Keeping a­bre­ast of ba­by fee­ding trends

Knysna-Plett Herald - - News - N­wa­bi­sa Pon­do­yi

Wor­ld B­re­as­t­fee­ding Week (WBW) is ce­le­bra­ted an­nu­al­ly in mo­re than 120 coun­tries to en­coura­ge b­re­as­t­fee­ding and rai­se a­wa­re­ness a­bout in­fant he­alth, and the pro­vin­ci­al he­alth de­part­ment al­so took part un­der this y­e­ar’s the­me, being “Foun­da­ti­on of li­fe”.

WBW took pla­ce from 1 to 7 Au­gust. We­stern Ca­pe Go­vern­ment He­alth en­coura­ges mot­hers to bre­as­t­feed their ba­bies, if pos­si­ble. B­re­ast milk con­tains all the ne­ces­sa­ry nu­trients (vi­ta­mins and mi­ne­rals) for good gro­wth and de­ve­lop­ment. Your ba­by needs b­re­ast milk wit­hout any ot­her food or li­quids for the first six mont­hs of their li­ves. The­re­af­ter, mot­hers can in­tro­du­ce nu­tri­ti­ous foods and con­ti­nue to bre­as­t­feed for as long as pos­si­ble.

E­den and Cen­tral Ka­roo Dis­trict He­alth spo­kes­per­son Na­dia Fer­rei­ra said, “Your child’s he­alth is most vul­ne­ra­ble du­ring the first 1 000 days of their li­fe.

The rig­ht nu­tri­ti­on du­ring this 1 000-day win­dow can ha­ve a pro­found im­pact on a child’s a­bi­li­ty to de­ve­lop and le­arn. Our First T­hou­sand Days i­ni­ti­a­ti­ve en­com­pas­ses all the im­por­tant com­po­nents du­ring the first t­hou­sand days.” Why b­re­as­t­fee­ding is pro­mo­ted

It pro­tects your ba­by a­gainst res­pi­ra­to­ry and non­com­mu­ni­ca­ble di­se­a­ses such as asth­ma and di­a­be­tes.

It as­sis­ts your ba­by’s brain, teeth and jaw to de­ve­lop.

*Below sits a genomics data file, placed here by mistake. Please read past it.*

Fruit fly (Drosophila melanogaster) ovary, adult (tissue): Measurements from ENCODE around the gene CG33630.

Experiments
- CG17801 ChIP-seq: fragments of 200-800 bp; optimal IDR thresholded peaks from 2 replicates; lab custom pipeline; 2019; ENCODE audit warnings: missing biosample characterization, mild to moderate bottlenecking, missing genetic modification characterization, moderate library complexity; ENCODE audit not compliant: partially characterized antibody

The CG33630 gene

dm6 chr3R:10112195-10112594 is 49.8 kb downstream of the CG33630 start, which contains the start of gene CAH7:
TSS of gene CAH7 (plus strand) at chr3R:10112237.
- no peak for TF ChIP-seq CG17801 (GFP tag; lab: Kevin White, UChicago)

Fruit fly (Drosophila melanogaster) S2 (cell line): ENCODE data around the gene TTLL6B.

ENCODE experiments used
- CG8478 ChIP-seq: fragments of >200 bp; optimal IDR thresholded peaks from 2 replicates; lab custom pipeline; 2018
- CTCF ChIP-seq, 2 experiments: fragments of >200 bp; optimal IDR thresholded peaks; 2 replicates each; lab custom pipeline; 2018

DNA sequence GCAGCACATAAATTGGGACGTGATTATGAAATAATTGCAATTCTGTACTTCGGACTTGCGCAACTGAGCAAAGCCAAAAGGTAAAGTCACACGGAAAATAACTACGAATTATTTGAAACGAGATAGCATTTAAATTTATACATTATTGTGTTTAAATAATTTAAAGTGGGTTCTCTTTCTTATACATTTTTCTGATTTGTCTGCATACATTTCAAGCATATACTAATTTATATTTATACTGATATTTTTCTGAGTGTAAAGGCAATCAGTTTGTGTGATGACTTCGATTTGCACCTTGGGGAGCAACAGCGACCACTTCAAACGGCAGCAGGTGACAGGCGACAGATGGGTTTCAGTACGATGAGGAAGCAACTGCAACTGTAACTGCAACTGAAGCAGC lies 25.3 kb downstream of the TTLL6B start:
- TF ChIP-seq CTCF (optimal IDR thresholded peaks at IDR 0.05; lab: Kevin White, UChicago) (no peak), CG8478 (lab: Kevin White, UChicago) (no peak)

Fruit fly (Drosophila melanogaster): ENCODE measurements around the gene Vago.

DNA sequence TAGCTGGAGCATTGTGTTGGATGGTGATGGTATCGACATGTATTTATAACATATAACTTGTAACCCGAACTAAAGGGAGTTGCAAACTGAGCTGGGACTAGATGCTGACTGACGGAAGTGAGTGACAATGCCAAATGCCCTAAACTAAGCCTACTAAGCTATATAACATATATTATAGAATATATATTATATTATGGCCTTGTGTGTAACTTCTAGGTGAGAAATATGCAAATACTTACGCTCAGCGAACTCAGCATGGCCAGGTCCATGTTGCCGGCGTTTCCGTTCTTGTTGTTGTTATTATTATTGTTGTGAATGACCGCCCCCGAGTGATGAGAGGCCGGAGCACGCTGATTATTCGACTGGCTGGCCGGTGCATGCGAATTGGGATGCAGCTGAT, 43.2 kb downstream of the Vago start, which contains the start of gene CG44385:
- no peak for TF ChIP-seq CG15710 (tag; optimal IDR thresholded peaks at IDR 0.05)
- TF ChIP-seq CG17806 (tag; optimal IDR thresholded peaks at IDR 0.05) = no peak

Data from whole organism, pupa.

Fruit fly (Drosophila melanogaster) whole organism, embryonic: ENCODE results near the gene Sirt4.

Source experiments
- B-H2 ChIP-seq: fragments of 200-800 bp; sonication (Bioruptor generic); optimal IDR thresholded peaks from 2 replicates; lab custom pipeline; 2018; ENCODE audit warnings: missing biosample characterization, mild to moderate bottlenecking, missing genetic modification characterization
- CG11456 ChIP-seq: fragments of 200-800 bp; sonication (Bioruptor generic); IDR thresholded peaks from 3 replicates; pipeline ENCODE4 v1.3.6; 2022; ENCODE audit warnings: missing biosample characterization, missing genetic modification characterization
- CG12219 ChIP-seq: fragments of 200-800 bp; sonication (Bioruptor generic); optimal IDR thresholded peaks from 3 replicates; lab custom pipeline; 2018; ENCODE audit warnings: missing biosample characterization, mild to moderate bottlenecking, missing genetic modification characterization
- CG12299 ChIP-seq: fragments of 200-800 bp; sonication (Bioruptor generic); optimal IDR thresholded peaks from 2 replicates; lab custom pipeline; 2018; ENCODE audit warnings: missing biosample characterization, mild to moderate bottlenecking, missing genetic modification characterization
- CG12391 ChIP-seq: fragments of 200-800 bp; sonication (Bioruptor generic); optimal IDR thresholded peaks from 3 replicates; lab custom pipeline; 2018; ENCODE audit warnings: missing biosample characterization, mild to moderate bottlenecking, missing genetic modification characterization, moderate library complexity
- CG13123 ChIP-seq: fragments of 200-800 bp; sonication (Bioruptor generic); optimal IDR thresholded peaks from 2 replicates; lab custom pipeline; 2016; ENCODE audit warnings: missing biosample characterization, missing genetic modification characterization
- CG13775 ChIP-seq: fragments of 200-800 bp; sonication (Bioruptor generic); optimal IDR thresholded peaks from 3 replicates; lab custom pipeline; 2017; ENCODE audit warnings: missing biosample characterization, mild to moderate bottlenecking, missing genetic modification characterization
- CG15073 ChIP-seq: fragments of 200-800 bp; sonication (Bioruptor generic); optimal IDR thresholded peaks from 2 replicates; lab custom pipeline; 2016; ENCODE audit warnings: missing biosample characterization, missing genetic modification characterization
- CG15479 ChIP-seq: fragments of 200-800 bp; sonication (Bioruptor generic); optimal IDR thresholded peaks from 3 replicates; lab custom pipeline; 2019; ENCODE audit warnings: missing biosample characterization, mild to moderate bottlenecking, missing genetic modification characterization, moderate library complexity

It de­cre­a­ses the chan­ce of de­ve­lo­ping b­re­ast and o­va­ri­an can­cer. It helps de­cre­a­se bleeding af­ter birth. It helps with weig­ht con­t­rol af­ter your preg­nan­cy. Get­ting the ne­ces­sa­ry sup­port

The first few days af­ter gi­ving birth to a ne­w­born can be a very trying ti­me for b­re­as­t­fee­ding mot­hers and the sup­port she re­cei­ves in t­hat ti­me in­flu­en­ces the length of ti­me for which she will con­ti­nue to bre­as­t­feed.

Du­ring the first few days at ho­me the mot­her may be ti­red and will need as much sup­port as pos­si­ble. Fa­mi­ly sup­port, a re­laxed en­vi­ron­ment and as­sis­tan­ce at ho­me will con­tri­bu­te con­si­de­ra­bly to­wards a po­si­ti­ve b­re­as­t­fee­ding ex­pe­rien­ce for mom and the rest of the fa­mi­ly.

MomCon­nect is a free ser­vi­ce t­hat aims to use mo­bi­le he­alth tools, mes­sa­ging ser­vi­ces and ot­her plat­forms to cre­a­te a­wa­re­ness a­mong preg­nant wo­men a­bout a­vai­la­ble he­alth ser­vi­ces for their in­fants. Milk ban­king

In E­den, both Ge­or­ge and Oudts­hoorn hos­pi­tals are a­ble to pas­tu­ri­se bre­as­t­milk and re­ly on the do­na­ti­ons from lac­ta­ting mot­hers. The im­por­tan­ce of do­nor milk is

high­lig­h­ted by the lar­ge num­ber of low birth weig­ht or pre­ma­tu­re ba­bies.

Any lac­ta­ting mot­her who can ex­press e­nough ex­tra milk is as­ked to con­tact either Ge­or­ge Hos­pi­tal or Oudts­hoorn Hos­pi­tal to start the sim­ple pro­cess of do­na­ting b­re­ast milk. Find out mo­re

Vi­sit your ne­a­rest cli­nic for mo­re in­for­ma­ti­on on b­re­as­t­fee­ding or vi­sit www. wes­ter­n­ca­pe.gov.za.

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